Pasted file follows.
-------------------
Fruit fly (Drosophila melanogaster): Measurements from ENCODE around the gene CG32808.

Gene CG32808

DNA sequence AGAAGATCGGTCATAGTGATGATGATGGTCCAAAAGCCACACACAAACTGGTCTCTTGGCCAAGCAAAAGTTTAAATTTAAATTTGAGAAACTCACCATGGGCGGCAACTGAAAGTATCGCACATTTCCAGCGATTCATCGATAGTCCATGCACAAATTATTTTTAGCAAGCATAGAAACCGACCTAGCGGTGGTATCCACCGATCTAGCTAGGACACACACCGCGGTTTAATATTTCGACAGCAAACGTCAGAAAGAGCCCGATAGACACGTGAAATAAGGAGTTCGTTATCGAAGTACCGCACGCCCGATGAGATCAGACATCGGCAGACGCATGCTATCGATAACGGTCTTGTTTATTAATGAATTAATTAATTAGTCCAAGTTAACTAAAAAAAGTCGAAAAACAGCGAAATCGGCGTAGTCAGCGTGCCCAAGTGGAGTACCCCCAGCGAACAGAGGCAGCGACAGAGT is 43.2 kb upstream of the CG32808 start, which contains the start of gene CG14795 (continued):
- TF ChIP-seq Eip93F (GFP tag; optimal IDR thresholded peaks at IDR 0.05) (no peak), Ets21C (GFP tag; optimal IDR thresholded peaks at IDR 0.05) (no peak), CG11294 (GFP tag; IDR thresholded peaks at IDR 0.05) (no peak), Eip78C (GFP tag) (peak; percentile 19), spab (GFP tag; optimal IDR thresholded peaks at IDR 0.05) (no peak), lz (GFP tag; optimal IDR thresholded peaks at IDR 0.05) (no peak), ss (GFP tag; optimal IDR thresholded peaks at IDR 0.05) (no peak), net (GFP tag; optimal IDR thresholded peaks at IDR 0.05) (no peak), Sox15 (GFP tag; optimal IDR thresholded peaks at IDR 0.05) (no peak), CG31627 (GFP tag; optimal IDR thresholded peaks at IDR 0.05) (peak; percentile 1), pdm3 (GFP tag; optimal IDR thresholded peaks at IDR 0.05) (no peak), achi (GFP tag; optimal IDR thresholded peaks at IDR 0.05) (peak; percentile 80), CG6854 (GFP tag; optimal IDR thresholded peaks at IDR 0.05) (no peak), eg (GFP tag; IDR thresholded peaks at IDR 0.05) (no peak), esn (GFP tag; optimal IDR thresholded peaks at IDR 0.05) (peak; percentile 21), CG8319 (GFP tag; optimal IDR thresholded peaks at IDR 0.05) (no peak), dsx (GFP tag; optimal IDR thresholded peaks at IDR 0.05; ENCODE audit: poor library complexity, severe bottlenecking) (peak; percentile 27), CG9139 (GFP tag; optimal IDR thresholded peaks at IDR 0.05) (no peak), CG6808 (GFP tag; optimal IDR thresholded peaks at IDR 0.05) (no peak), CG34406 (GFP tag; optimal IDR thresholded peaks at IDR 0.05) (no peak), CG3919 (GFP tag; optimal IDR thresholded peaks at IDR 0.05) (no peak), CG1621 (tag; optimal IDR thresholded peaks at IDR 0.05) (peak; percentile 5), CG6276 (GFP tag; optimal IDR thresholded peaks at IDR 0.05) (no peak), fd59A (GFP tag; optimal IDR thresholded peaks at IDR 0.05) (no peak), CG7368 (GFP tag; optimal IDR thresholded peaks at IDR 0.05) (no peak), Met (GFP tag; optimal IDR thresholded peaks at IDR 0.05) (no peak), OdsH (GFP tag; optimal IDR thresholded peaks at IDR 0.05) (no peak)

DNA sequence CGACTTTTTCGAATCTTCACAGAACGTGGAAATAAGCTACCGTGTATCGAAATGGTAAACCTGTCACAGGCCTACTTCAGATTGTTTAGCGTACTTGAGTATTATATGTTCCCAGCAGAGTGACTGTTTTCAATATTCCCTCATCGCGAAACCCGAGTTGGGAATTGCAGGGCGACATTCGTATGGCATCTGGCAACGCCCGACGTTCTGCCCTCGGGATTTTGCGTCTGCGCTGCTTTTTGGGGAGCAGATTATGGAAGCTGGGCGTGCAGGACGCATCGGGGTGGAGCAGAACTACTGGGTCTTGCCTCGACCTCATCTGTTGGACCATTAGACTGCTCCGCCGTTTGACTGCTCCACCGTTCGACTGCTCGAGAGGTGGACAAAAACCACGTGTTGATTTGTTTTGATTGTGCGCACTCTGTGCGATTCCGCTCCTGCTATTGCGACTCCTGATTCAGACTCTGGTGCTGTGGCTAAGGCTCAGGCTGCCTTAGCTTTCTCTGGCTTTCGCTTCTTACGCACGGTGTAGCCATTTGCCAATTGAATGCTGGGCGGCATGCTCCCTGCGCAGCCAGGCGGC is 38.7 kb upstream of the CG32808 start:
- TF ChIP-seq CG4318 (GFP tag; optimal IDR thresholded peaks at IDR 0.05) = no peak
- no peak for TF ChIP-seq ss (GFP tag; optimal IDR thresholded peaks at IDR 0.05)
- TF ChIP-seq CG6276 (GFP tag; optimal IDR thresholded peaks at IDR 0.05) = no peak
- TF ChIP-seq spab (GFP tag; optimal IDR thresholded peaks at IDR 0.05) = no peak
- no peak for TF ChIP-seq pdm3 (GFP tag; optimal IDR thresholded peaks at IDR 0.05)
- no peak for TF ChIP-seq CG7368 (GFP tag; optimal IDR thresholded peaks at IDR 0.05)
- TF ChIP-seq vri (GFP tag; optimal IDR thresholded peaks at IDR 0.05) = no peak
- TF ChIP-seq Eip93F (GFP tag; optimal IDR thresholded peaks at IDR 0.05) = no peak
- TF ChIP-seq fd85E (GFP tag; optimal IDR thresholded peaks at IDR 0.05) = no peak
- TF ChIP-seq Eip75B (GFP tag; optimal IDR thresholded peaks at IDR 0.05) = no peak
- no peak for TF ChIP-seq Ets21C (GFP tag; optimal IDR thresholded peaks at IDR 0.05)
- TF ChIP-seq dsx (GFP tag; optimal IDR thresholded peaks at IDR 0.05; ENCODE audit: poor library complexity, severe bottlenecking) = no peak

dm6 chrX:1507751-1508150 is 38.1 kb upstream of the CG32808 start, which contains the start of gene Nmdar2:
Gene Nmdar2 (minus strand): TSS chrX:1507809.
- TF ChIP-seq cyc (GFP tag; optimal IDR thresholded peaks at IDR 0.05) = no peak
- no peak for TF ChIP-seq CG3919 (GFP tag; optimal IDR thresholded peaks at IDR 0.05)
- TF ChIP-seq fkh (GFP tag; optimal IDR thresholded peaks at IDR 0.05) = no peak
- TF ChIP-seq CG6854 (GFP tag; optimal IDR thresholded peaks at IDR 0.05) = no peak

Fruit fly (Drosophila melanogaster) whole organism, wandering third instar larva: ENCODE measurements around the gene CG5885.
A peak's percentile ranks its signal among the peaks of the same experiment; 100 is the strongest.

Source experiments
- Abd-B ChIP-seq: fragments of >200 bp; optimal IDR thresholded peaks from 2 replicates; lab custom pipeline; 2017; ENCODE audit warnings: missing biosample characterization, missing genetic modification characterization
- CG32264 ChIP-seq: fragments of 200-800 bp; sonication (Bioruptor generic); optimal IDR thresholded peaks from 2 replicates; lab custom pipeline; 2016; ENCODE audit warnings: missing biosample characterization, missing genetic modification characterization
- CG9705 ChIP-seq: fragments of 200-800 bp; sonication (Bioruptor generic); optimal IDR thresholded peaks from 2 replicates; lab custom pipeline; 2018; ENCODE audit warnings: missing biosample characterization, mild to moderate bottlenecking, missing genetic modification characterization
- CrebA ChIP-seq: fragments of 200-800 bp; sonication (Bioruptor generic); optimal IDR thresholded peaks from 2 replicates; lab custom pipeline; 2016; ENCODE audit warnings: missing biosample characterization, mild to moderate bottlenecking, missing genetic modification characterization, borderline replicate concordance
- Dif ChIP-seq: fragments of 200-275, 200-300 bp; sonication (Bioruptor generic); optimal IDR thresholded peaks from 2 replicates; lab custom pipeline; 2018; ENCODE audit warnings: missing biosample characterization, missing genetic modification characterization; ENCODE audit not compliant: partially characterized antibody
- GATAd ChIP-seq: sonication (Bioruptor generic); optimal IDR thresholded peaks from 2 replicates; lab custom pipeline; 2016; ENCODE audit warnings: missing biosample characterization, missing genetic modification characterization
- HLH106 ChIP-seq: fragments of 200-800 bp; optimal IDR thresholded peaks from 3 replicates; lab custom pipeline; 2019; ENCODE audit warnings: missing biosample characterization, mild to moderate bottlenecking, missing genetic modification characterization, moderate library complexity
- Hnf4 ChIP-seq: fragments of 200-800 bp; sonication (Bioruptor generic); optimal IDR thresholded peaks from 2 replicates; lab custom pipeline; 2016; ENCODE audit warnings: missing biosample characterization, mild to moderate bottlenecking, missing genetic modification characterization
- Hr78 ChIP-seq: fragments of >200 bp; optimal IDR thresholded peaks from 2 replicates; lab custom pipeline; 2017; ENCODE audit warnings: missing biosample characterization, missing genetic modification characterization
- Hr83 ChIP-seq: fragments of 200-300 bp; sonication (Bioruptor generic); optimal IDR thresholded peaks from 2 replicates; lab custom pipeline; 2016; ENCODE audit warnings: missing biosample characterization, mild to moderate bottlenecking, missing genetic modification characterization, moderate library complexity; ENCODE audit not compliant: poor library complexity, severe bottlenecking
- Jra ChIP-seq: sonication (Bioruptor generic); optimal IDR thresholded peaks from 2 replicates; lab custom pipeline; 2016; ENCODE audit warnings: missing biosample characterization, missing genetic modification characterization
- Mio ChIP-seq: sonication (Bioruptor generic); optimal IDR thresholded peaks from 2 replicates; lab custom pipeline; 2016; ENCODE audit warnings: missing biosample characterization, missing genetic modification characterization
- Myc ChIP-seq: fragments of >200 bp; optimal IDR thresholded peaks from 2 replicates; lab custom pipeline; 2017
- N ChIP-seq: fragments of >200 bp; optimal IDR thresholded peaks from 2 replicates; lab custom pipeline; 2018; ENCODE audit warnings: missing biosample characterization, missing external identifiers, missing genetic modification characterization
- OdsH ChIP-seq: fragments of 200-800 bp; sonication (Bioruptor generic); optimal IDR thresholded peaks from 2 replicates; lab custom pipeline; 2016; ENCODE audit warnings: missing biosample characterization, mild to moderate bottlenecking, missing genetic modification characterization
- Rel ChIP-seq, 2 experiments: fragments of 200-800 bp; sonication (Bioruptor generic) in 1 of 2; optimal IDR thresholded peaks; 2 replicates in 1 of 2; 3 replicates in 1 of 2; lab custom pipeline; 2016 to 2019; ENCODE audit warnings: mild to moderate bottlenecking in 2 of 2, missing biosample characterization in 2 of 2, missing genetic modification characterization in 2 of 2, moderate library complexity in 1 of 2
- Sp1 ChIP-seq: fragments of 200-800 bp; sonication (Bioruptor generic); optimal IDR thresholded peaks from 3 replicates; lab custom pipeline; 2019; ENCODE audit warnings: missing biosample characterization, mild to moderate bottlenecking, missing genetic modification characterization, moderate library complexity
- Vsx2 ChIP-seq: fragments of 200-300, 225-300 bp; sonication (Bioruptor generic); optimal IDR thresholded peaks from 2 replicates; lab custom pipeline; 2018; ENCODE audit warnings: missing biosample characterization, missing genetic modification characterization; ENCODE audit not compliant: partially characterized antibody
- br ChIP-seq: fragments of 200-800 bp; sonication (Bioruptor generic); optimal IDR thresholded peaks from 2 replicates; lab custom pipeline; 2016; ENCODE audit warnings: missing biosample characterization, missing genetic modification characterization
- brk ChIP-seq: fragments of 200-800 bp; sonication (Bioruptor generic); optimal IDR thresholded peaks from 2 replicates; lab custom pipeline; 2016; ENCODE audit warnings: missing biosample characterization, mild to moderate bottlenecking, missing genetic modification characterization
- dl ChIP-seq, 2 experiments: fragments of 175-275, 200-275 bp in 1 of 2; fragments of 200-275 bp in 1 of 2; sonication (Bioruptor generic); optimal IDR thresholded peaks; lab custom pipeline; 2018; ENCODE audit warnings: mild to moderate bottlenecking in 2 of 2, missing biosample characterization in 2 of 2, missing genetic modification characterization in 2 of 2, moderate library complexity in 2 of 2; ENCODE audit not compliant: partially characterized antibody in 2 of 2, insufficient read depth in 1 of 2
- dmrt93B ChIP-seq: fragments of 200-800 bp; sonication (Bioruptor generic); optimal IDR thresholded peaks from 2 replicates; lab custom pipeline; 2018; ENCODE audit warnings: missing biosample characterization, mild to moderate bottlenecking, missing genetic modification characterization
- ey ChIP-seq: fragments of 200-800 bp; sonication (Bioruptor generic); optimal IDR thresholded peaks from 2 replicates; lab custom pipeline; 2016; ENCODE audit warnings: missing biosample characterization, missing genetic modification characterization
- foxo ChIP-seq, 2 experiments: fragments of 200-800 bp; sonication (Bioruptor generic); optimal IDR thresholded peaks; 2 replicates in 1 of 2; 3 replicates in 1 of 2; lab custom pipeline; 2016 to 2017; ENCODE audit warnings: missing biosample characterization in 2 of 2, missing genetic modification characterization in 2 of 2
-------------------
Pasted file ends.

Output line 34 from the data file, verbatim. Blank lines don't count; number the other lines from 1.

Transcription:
- Hnf4 ChIP-seq: fragments of 200-800 bp; sonication (Bioruptor generic); optimal IDR thresholded peaks from 2 replicates; lab custom pipeline; 2016; ENCODE audit warnings: missing biosample characterization, mild to moderate bottlenecking, missing genetic modification characterization